Symmastia is a term used to describe a medical condition wherein breasts grow together, with little or no cleavage between them. Instead of a space, there is instead skin, fat or breast tissue.
There are several causes of symmastia, depending on which type you have.
A person who has congenital symmastia was born with a uni-boob. This condition is rare. It is unclear what causes congenital symmastia.
While also rare, acquired symmastia is much more common than congenital symmastia.
Iatrogenic symmastia is usually a complication of breast reconstruction or breast augmentation surgery. This type of symmastia can also happen if breast implants are placed too close together during breast surgery.
In a few cases, symmastia resulted from an accidental cut made by the surgeon during plastic surgery. Your breast does not have a natural space to hold implants. As such, surgeons have to create a pocket to fit one or both implants. If the cut is too big, the two pockets can join together to form one open space.
According to the Office of Rare Diseases (ORD) of the National Institutes of Health (NIH), congenital symmastia is a “rare disease.” This means it occurs in less than 200,000 people.
Breast implant malposition occurs when the breast implants are not placed in the correct position, either during or after breast surgery. Implant malposition can cause an unnatural look or feel. Breast implant malposition can cause symmastia.
However, other positioning issues can also manifest over time.
The most commonly reported physical and mental symptoms of Breast Implant Malposition include:
In some cases, people with symmastia have reported unexplained chest pain, chills and sensitivity to light.
Implant malposition can be caused by:
This happens when scar tissue squeezes the breast implant out of place
Any type of major injury, such as a blow to the chest or a vehicular accident can damage the pocket where the implant is placed and cause it to move.
The surgeon made a wrong cut or placed the implant in the pocket incorrectly.
Implant malposition can occur if the implant used in the surgical procedure is too large
Apart from symmastia, there are three other types of breast implant malposition.
High implant malposition is the most common type of malposition. When the breast implant is too high, there will be too much volume above the nipple but not enough below it. The bottom part of the breast will be empty, leading the nipple to point downwards.
In many cases, the breast will appear “high” soon after surgery but will “settle” into the correct position days into the recovery. However, if the breasts are still high after healing is completed, a patient may need to undergo revision surgery.
High malposition can also occur if the patient wears an underwire bra instead of a compression bra during recovery.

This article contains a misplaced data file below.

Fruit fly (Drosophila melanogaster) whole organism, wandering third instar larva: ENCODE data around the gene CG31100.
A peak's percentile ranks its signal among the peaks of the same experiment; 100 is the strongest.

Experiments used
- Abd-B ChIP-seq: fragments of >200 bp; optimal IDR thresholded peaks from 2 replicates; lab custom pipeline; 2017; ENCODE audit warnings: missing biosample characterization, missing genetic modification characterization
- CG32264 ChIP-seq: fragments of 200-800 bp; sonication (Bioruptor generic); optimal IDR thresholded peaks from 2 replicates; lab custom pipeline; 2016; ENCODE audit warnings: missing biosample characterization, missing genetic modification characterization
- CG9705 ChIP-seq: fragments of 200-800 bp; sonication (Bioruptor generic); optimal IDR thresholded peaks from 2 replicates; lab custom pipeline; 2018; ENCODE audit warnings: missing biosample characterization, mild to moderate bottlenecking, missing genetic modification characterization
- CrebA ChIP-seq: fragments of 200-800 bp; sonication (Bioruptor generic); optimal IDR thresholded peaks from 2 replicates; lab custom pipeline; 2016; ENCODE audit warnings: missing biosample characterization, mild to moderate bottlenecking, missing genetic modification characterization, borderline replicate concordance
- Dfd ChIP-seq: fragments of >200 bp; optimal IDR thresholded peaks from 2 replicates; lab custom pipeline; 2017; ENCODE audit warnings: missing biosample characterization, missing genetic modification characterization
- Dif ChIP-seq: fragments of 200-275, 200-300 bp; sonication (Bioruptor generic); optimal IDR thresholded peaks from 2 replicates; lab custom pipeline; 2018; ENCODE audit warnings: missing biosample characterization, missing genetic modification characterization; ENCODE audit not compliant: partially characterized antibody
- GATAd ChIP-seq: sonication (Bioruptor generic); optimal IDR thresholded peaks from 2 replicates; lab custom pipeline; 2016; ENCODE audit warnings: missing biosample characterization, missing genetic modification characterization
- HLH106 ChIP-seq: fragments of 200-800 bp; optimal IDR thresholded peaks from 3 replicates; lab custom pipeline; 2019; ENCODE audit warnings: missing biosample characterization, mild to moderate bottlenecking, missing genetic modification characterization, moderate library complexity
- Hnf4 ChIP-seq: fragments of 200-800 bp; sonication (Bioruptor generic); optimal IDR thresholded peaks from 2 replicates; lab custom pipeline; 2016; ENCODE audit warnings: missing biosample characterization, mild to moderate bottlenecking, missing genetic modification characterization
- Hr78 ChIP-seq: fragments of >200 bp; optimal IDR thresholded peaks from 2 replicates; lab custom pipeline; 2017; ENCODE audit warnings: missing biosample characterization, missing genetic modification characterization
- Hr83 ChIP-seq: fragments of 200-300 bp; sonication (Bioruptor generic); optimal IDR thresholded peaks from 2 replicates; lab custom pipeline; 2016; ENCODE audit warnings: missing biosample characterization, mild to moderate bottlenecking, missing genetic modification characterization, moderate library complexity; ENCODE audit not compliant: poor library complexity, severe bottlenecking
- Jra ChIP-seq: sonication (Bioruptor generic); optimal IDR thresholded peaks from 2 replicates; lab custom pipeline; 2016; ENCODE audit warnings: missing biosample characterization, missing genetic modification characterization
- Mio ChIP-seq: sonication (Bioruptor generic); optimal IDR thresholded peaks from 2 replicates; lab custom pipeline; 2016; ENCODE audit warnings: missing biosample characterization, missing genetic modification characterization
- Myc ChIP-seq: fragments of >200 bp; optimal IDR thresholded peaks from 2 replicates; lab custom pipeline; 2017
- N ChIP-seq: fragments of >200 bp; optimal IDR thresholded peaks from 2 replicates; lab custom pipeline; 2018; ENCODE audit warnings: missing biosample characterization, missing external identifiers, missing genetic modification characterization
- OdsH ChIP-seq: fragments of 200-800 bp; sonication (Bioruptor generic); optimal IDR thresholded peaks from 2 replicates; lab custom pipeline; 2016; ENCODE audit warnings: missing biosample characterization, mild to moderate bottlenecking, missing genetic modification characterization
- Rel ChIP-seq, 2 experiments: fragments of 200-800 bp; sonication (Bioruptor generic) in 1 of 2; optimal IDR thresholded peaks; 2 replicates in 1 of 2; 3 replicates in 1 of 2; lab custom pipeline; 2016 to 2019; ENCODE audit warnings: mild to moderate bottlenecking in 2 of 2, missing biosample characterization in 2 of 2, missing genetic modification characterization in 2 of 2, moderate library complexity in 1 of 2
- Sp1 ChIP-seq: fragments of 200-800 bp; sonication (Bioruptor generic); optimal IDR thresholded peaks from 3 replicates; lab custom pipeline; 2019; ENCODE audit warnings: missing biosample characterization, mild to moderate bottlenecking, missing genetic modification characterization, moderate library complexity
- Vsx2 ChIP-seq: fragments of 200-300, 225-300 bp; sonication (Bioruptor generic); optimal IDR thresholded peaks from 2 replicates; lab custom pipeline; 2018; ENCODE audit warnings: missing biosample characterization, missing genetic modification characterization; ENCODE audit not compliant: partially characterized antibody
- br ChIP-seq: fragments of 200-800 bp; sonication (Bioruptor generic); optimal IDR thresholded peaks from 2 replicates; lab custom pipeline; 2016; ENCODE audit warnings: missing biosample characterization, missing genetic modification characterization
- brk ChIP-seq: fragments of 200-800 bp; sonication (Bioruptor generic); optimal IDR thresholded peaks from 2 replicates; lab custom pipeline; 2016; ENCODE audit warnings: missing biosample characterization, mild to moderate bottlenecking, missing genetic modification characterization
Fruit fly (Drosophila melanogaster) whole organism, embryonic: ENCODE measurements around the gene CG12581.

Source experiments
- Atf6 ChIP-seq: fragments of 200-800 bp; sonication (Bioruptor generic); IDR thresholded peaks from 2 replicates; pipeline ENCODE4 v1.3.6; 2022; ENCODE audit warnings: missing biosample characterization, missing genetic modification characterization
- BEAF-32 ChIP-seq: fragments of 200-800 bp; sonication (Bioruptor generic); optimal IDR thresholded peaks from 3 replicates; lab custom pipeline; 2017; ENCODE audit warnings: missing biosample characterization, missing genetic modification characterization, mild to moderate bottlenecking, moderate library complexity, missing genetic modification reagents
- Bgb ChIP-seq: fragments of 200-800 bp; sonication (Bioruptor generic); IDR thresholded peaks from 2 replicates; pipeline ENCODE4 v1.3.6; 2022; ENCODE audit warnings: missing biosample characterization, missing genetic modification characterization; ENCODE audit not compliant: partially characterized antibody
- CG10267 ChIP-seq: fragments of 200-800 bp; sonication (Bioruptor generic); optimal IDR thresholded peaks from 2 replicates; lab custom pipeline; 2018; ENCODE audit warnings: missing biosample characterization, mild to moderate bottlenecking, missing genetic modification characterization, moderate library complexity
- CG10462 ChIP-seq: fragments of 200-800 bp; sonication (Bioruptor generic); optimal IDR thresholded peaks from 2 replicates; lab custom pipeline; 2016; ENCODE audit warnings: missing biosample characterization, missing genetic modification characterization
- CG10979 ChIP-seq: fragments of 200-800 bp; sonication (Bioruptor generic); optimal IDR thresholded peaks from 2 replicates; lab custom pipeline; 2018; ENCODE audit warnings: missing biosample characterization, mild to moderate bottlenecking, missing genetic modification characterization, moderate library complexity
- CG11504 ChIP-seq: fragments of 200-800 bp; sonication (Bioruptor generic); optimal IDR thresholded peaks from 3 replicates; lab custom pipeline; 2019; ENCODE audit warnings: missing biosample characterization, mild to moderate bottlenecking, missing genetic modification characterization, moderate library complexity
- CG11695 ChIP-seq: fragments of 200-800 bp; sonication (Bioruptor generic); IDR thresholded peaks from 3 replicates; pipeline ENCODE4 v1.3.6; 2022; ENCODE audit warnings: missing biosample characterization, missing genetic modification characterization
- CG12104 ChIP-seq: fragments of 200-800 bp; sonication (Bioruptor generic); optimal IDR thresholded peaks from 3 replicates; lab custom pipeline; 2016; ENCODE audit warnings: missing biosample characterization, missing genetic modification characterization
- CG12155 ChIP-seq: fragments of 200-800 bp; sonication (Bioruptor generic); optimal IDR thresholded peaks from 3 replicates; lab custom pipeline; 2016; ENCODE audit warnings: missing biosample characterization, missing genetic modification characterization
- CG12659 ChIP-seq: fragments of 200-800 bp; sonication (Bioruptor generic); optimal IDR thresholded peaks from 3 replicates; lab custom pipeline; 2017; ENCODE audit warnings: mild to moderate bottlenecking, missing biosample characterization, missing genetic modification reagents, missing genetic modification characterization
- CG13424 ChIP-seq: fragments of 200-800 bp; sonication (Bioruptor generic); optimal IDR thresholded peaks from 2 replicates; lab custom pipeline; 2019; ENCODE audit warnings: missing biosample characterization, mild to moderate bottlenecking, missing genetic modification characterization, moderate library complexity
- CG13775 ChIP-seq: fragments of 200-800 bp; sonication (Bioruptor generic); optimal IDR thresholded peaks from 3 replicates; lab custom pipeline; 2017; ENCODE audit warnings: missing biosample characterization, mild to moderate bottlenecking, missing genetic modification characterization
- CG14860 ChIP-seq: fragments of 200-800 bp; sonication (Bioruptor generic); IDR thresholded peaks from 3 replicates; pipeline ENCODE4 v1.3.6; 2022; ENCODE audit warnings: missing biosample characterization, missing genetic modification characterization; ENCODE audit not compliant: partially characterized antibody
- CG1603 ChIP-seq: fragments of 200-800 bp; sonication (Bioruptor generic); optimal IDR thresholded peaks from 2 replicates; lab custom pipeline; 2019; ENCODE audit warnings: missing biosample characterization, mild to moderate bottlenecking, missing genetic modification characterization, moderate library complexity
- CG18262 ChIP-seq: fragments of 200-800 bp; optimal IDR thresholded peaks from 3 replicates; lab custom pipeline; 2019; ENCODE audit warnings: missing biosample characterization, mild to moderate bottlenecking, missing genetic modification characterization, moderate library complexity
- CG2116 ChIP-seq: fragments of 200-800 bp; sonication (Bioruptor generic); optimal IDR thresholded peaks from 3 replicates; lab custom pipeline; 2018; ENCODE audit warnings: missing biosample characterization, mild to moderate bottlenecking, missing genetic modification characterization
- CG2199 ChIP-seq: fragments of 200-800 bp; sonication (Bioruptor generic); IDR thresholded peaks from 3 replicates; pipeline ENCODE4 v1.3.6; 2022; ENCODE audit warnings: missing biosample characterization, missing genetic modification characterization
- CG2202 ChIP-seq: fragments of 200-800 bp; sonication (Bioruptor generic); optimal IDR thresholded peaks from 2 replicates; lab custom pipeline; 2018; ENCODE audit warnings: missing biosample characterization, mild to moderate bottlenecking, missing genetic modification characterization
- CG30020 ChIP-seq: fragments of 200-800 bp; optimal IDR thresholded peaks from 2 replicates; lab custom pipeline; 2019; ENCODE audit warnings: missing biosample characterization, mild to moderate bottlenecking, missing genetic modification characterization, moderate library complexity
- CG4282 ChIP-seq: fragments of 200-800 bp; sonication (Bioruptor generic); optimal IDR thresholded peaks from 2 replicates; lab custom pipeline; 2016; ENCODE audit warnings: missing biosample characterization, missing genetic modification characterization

Lateral breast implant malposition occurs when the implant shifts to the sides of the body. This creates a large gap across the cleavage area. Lateral malposition happens when the implant pocket was poorly created or the breast tissue cannot fully support the implant.
The only treatment for symmastia is corrective surgery. However, the type of symmastia repair surgery you need depends on the type of uni-boob you have.
It is very complicated to treat congenital symmastia. As the disease itself is very rare, there are few case reports that doctors can review. Additionally, surgeons cannot perform breast reconstruction surgery on patients with congenital symmastia. This is because the problem is not the size of the breasts but the structure of the chest.
Doctors advise patients with congenital symmastia to put off surgery until their breasts have reached maturity and they have a fairly stable weight.
Congenital symmastia can sometimes be treated with a combination of techniques. This may include liposuction, skin fixation and postoperative intermammary compression.
In some cases, symmastia can be fired through surgical resection accompanied by liposuction.
Iatrogenic symmastia can be corrected through corrective surgery. The technique used by the surgeon will vary, depending on the position of the breast implants and scar tissue.
In most cases, surgery will involve removing scar tissue and repositioning the implant. The surgeon will also use permanent internal sutures to help the breast and implants in the proper position and prevent more complications.
As with any other surgery, the breast reconstruction procedure carries a risk of complications, including asymmetrical breasts, irregularities and scarring.
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